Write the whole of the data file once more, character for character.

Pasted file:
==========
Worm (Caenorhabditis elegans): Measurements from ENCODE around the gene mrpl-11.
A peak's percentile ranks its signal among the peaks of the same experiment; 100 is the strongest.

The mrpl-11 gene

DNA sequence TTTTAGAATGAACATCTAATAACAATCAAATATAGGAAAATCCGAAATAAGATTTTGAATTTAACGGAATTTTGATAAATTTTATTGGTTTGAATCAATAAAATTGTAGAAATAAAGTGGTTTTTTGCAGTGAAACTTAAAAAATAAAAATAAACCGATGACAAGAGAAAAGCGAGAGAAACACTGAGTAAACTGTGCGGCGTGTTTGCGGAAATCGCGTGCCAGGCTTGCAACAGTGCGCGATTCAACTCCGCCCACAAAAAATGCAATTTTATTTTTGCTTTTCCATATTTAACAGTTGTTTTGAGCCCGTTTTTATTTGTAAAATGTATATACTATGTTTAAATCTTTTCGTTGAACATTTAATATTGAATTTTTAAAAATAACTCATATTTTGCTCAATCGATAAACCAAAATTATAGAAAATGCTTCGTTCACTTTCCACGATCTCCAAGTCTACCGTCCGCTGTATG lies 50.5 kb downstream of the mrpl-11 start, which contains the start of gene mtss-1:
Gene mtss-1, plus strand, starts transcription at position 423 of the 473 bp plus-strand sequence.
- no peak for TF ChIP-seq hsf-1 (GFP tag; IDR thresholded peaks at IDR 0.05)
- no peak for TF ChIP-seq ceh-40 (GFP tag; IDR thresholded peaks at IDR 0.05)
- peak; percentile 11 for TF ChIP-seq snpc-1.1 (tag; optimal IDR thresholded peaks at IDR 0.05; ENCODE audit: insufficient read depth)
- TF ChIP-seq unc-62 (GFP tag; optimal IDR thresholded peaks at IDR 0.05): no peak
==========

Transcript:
Worm (Caenorhabditis elegans): Measurements from ENCODE around the gene mrpl-11.
A peak's percentile ranks its signal among the peaks of the same experiment; 100 is the strongest.

The mrpl-11 gene

DNA sequence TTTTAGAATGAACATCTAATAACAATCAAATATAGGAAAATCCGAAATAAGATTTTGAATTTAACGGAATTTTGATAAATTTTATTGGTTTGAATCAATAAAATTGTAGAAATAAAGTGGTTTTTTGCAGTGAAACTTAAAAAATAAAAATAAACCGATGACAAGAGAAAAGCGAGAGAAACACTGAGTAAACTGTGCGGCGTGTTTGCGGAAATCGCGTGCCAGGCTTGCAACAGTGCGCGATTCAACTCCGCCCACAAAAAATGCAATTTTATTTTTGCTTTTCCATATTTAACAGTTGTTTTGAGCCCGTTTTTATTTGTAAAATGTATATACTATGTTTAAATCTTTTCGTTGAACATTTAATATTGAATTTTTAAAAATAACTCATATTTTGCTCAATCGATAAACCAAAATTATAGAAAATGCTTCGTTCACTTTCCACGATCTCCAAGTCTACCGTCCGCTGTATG lies 50.5 kb downstream of the mrpl-11 start, which contains the start of gene mtss-1:
Gene mtss-1, plus strand, starts transcription at position 423 of the 473 bp plus-strand sequence.
- no peak for TF ChIP-seq hsf-1 (GFP tag; IDR thresholded peaks at IDR 0.05)
- no peak for TF ChIP-seq ceh-40 (GFP tag; IDR thresholded peaks at IDR 0.05)
- peak; percentile 11 for TF ChIP-seq snpc-1.1 (tag; optimal IDR thresholded peaks at IDR 0.05; ENCODE audit: insufficient read depth)
- TF ChIP-seq unc-62 (GFP tag; optimal IDR thresholded peaks at IDR 0.05): no peak